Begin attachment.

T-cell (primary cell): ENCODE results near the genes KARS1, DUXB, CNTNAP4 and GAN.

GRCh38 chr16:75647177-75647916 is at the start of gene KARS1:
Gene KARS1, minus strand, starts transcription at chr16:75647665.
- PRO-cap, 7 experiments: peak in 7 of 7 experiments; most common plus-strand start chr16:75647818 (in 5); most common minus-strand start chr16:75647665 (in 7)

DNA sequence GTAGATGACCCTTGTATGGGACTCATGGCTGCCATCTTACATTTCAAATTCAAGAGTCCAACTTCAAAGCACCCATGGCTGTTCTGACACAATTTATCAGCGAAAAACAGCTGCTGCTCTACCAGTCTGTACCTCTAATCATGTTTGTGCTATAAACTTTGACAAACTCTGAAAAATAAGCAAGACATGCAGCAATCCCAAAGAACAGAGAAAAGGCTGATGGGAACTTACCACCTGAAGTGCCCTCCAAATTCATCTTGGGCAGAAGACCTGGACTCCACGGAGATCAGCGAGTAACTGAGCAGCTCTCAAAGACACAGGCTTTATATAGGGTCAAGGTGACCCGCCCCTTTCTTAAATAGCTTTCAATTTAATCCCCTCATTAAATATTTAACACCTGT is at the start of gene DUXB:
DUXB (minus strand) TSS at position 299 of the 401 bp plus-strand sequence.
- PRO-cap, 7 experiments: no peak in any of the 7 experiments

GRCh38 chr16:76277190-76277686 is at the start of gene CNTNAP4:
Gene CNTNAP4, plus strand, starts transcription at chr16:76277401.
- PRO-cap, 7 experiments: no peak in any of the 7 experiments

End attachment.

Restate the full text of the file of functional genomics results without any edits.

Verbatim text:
T-cell (primary cell): ENCODE results near the genes KARS1, DUXB, CNTNAP4 and GAN.

GRCh38 chr16:75647177-75647916 is at the start of gene KARS1:
Gene KARS1, minus strand, starts transcription at chr16:75647665.
- PRO-cap, 7 experiments: peak in 7 of 7 experiments; most common plus-strand start chr16:75647818 (in 5); most common minus-strand start chr16:75647665 (in 7)

DNA sequence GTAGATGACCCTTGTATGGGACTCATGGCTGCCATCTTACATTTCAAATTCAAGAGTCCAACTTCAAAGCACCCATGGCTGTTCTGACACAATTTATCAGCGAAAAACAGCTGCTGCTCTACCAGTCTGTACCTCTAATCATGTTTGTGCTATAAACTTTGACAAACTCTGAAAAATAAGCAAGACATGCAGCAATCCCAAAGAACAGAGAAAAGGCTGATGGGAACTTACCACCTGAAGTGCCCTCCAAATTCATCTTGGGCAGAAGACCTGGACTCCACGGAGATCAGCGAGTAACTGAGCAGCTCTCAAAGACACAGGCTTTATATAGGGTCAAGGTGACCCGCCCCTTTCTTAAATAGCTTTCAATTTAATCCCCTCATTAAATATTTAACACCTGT is at the start of gene DUXB:
DUXB (minus strand) TSS at position 299 of the 401 bp plus-strand sequence.
- PRO-cap, 7 experiments: no peak in any of the 7 experiments

GRCh38 chr16:76277190-76277686 is at the start of gene CNTNAP4:
Gene CNTNAP4, plus strand, starts transcription at chr16:76277401.
- PRO-cap, 7 experiments: no peak in any of the 7 experiments